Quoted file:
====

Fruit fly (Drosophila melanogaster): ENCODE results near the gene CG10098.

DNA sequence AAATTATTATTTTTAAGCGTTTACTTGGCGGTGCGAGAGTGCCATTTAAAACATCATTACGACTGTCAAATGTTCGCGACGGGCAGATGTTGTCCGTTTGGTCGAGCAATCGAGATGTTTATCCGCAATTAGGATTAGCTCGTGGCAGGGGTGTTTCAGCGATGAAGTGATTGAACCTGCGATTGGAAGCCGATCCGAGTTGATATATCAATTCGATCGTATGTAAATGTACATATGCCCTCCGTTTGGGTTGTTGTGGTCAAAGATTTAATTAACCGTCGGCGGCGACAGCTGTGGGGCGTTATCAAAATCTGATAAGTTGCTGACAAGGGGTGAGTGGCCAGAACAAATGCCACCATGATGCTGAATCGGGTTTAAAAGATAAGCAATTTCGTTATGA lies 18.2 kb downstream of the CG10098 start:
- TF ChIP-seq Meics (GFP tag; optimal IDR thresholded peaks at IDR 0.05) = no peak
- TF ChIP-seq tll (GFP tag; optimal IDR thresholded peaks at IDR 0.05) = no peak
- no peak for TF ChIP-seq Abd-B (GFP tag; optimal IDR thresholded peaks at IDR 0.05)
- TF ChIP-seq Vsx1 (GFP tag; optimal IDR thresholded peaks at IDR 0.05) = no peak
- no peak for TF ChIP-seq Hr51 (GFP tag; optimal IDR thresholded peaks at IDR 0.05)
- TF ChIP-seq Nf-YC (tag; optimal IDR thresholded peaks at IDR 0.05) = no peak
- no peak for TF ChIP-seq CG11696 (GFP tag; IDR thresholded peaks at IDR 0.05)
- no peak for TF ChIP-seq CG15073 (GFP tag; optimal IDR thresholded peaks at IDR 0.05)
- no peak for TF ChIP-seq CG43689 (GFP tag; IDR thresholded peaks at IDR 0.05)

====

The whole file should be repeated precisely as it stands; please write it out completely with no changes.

Fruit fly (Drosophila melanogaster): ENCODE results near the gene CG10098.

DNA sequence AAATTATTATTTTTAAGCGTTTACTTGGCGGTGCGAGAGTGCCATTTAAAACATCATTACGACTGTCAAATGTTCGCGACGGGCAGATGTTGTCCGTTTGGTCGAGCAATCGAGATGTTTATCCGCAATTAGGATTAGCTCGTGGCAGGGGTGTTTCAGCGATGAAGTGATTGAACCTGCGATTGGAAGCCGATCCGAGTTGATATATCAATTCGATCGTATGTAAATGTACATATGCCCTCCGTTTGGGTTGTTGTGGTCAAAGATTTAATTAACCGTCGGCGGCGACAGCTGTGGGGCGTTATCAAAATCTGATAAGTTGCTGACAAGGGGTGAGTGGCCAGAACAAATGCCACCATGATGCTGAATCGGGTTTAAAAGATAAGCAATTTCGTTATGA lies 18.2 kb downstream of the CG10098 start:
- TF ChIP-seq Meics (GFP tag; optimal IDR thresholded peaks at IDR 0.05) = no peak
- TF ChIP-seq tll (GFP tag; optimal IDR thresholded peaks at IDR 0.05) = no peak
- no peak for TF ChIP-seq Abd-B (GFP tag; optimal IDR thresholded peaks at IDR 0.05)
- TF ChIP-seq Vsx1 (GFP tag; optimal IDR thresholded peaks at IDR 0.05) = no peak
- no peak for TF ChIP-seq Hr51 (GFP tag; optimal IDR thresholded peaks at IDR 0.05)
- TF ChIP-seq Nf-YC (tag; optimal IDR thresholded peaks at IDR 0.05) = no peak
- no peak for TF ChIP-seq CG11696 (GFP tag; IDR thresholded peaks at IDR 0.05)
- no peak for TF ChIP-seq CG15073 (GFP tag; optimal IDR thresholded peaks at IDR 0.05)
- no peak for TF ChIP-seq CG43689 (GFP tag; IDR thresholded peaks at IDR 0.05)